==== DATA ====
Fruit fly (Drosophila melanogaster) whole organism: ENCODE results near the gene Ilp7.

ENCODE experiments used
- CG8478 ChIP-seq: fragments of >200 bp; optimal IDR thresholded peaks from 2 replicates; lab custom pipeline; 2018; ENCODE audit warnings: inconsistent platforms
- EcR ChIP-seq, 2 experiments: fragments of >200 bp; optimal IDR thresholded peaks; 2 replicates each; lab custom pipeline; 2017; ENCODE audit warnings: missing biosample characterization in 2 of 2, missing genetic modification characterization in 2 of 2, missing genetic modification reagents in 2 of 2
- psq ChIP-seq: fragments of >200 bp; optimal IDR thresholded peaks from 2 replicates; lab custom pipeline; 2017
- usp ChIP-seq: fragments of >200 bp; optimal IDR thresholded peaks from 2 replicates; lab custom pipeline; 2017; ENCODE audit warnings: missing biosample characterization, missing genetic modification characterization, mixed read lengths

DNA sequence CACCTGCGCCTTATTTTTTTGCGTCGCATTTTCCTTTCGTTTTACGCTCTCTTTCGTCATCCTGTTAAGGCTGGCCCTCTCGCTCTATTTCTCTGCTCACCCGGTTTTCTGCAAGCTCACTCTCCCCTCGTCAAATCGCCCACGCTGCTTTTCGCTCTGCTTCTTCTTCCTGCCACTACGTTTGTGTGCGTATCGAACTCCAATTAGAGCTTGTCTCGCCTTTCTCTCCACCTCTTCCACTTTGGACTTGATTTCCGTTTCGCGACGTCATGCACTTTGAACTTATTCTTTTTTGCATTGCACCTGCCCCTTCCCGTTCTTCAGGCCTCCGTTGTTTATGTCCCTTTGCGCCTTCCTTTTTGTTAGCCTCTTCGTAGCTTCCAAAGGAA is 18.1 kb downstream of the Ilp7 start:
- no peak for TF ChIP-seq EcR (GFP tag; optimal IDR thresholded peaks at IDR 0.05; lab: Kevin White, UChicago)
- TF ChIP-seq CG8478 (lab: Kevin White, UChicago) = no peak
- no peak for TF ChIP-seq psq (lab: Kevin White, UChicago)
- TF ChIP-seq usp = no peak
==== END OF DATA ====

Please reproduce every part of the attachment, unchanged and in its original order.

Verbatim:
Fruit fly (Drosophila melanogaster) whole organism: ENCODE results near the gene Ilp7.

ENCODE experiments used
- CG8478 ChIP-seq: fragments of >200 bp; optimal IDR thresholded peaks from 2 replicates; lab custom pipeline; 2018; ENCODE audit warnings: inconsistent platforms
- EcR ChIP-seq, 2 experiments: fragments of >200 bp; optimal IDR thresholded peaks; 2 replicates each; lab custom pipeline; 2017; ENCODE audit warnings: missing biosample characterization in 2 of 2, missing genetic modification characterization in 2 of 2, missing genetic modification reagents in 2 of 2
- psq ChIP-seq: fragments of >200 bp; optimal IDR thresholded peaks from 2 replicates; lab custom pipeline; 2017
- usp ChIP-seq: fragments of >200 bp; optimal IDR thresholded peaks from 2 replicates; lab custom pipeline; 2017; ENCODE audit warnings: missing biosample characterization, missing genetic modification characterization, mixed read lengths

DNA sequence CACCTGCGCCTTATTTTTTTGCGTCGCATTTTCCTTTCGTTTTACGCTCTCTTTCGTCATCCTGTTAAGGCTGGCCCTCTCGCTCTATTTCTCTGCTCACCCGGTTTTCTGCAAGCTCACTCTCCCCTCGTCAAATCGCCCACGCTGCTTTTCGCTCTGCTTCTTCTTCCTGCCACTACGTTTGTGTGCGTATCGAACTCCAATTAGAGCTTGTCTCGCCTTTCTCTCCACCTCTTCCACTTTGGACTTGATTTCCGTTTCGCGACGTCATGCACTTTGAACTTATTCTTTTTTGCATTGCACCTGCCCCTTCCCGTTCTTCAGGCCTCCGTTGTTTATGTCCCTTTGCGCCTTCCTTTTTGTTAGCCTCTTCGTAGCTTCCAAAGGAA is 18.1 kb downstream of the Ilp7 start:
- no peak for TF ChIP-seq EcR (GFP tag; optimal IDR thresholded peaks at IDR 0.05; lab: Kevin White, UChicago)
- TF ChIP-seq CG8478 (lab: Kevin White, UChicago) = no peak
- no peak for TF ChIP-seq psq (lab: Kevin White, UChicago)
- TF ChIP-seq usp = no peak